Several of these works were written to Roman officials, for the purpose of refuting lies that had been told about the Church. Justin sought to convince the rulers of the Roman Empire that they had nothing to gain, and much to lose, by persecuting the Christians. His two most famous apologetical treatises were “Apologies” and “Dialogue with Tryphon.”

In order to fulfill this task, Justin gave explicit written descriptions of the early Church’s beliefs and its mode of worship. In modern times, scholars have noted that Justin’s descriptions correspond to the traditions of the Catholic Church on every essential point.

Justin describes the weekly Sunday liturgy as a sacrifice, and speaks of the Eucharist as the true body and blood of Christ. He further states that only baptized persons who believe the Church’s teachings, and are free of serious sin, may receive it.

Justin also explains in his writings that the Church regards celibacy as a sacred calling, condemns the common practice of killing infants, and looks down on the accumulation of excessive wealth and property.

His first defense of the faith, written to Emperor Antonius Pius around 150, convinced the emperor to regard the Church with tolerance. In 167, however, persecution began again under Emperor Marcus Aurelius.

During that year Justin wrote to the emperor, who was himself a philosopher and the author of the well-known “Meditations.” He tried to demonstrate the injustice of the persecutions, and the superiority of the Catholic faith over Greek philosophy. Justin emphasized the strength of his convictions by stating that he expected to be put to death for expressing them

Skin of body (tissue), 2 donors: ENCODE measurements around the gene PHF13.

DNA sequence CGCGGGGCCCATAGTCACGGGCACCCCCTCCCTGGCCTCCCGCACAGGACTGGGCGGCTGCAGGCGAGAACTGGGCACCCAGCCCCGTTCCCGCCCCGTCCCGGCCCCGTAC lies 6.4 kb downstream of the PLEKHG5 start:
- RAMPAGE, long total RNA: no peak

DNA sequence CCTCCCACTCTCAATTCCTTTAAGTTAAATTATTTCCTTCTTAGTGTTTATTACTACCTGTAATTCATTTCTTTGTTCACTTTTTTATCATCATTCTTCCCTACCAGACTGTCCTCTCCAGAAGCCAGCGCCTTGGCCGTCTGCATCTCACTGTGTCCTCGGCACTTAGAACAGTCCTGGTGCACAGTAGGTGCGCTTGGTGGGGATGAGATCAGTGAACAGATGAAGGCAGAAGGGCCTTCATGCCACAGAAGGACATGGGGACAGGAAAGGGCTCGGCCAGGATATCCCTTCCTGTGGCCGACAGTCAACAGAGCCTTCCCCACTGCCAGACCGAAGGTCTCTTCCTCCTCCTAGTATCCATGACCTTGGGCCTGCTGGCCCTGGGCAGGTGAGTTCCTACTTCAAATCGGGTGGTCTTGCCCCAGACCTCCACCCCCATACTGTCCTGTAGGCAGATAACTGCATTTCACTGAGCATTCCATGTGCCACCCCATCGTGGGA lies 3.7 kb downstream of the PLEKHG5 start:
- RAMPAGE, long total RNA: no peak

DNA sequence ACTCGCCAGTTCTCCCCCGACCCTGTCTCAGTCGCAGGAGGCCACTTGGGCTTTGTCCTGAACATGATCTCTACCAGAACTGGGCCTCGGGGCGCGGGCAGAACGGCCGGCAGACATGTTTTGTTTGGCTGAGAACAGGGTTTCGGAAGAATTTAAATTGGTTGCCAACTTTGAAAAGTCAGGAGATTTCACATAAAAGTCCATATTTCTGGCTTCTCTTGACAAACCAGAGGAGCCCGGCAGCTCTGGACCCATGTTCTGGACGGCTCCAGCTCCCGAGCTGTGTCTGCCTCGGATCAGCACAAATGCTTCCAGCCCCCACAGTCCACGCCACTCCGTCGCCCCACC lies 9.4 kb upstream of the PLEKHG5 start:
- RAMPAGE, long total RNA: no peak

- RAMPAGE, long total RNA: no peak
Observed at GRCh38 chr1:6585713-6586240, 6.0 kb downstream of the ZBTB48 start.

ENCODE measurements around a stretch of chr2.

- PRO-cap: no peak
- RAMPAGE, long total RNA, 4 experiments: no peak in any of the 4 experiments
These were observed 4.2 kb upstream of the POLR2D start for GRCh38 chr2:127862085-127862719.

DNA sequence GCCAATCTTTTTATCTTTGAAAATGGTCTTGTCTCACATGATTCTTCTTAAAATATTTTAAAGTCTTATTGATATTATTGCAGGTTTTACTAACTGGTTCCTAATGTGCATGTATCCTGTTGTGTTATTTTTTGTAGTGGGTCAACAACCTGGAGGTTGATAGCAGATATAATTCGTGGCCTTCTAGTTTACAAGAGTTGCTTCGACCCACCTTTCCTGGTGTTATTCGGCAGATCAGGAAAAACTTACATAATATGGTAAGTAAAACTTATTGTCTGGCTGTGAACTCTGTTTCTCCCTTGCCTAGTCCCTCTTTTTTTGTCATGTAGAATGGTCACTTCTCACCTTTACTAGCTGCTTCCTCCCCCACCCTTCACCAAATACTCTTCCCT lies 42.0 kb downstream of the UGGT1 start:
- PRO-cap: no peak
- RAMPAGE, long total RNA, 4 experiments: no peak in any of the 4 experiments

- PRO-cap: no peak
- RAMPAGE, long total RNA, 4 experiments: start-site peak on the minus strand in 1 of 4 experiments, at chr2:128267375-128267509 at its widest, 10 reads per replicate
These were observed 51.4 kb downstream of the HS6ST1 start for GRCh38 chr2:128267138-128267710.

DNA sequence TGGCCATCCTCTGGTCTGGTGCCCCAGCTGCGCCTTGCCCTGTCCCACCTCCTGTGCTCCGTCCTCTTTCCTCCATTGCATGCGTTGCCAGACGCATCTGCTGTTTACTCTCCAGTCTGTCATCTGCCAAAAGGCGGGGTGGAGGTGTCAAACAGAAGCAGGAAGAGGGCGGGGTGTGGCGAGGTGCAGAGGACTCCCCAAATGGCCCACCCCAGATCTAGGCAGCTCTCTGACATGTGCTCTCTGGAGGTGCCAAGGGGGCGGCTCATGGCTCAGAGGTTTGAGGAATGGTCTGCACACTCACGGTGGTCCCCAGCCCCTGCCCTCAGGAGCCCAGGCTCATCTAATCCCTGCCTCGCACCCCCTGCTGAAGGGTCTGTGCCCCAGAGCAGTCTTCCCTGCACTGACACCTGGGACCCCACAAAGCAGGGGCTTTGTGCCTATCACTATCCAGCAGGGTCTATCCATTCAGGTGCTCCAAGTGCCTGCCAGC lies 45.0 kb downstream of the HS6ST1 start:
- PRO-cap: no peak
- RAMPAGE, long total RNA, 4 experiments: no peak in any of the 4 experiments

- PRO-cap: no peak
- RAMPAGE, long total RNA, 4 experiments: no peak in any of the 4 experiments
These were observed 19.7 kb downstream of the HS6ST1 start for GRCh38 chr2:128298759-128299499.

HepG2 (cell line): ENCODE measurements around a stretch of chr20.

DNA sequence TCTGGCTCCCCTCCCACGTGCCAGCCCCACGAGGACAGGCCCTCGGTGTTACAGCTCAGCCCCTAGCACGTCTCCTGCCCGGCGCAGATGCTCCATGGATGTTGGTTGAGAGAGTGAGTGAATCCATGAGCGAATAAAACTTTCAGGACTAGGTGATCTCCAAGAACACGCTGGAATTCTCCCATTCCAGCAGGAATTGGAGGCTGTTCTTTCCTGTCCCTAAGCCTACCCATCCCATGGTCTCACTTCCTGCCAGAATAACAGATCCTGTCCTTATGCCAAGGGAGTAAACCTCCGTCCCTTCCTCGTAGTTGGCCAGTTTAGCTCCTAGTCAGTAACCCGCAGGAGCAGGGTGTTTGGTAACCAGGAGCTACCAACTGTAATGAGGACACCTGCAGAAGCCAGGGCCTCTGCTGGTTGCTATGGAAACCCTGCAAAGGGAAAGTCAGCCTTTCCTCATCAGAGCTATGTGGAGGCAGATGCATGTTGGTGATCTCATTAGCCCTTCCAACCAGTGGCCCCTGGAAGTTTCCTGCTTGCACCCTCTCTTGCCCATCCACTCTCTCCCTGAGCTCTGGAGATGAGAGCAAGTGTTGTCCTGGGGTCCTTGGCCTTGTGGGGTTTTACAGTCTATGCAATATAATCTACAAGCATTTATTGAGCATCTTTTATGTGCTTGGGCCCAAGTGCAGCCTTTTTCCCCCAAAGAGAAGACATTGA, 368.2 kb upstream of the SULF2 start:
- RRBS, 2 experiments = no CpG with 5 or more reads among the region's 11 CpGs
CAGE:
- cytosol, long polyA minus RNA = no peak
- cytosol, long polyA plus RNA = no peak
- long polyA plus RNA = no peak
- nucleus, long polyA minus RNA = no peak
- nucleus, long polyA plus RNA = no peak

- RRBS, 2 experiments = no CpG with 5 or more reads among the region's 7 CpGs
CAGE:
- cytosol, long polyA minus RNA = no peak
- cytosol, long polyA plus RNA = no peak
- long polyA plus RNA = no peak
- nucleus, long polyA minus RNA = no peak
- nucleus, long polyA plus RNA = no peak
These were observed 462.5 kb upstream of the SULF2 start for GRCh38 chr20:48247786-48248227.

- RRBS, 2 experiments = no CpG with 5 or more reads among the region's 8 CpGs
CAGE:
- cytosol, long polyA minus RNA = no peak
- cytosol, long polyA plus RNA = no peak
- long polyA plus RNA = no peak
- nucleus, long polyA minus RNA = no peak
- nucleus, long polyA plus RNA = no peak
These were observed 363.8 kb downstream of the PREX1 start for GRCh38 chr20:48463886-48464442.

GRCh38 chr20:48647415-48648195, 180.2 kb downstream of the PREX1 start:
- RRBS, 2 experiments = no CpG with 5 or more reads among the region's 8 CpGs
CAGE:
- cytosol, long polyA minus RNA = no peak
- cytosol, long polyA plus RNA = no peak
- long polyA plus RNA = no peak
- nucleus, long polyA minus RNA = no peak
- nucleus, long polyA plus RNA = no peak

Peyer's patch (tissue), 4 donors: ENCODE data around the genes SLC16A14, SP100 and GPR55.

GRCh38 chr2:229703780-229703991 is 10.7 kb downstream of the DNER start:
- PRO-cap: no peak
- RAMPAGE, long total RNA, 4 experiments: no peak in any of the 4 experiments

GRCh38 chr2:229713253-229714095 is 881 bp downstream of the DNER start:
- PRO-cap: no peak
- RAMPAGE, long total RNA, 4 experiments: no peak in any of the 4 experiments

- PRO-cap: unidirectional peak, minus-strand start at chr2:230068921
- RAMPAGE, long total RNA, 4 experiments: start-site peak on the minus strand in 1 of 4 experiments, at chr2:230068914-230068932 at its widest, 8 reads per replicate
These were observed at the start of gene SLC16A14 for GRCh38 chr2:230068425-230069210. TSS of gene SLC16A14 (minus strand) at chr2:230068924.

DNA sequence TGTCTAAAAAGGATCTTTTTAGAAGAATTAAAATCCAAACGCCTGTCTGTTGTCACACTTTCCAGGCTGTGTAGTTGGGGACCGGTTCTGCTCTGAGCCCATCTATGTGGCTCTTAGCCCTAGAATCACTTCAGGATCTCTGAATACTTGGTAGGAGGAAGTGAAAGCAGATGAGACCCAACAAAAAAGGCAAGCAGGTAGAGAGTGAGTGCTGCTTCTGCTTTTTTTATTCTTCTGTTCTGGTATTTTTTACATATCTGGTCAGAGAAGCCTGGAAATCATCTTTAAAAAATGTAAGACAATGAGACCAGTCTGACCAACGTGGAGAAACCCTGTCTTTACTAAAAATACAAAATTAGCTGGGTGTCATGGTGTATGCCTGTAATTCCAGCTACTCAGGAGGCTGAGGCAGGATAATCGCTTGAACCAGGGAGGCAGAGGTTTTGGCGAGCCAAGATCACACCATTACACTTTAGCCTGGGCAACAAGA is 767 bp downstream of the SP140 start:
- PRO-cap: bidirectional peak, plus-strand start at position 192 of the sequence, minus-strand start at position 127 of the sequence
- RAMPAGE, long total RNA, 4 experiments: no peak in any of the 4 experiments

He was, indeed, seized along with a group of other believers, and brought before Rusticus, prefect of Rome. A surviving eyewitness account shows how Justin the philosopher became known as “St. Justin Martyr.”

The prefect made it clear how Justin might save his life: “Obey the gods, and comply with the edicts of the emperors.” Justin responded that “no one can be justly blamed or condemned for obeying the commands of our Savior Jesus Christ.”

Rusticus briefly questioned Justin and his companions regarding their beliefs about Christ and their manner of worshiping God. Then he laid down the law.

“Hear me,” he said, “you who are noted for your eloquence, who think that you make a profession of the right philosophy. If I cause you to be scourged from head to foot, do you think you shall go to heaven?”

“If I suffer what you mention,” Justin replied, “I hope to receive the reward which those have already received, who have obeyed the precepts of Jesus Christ.”

“There is nothing which we more earnestly desire, than to endure torments for the sake of our Lord Jesus Christ,” he explained. “We are Christians, and will never sacrifice to idols.” Justin was scourged and beheaded along with six companions who joined him in his confession of faith.

St. Justin Martyr has been regarded as a saint since the earliest centuries of the Church. Eastern Catholics and Eastern Orthodox Christians also celebrate his feast day on June 1.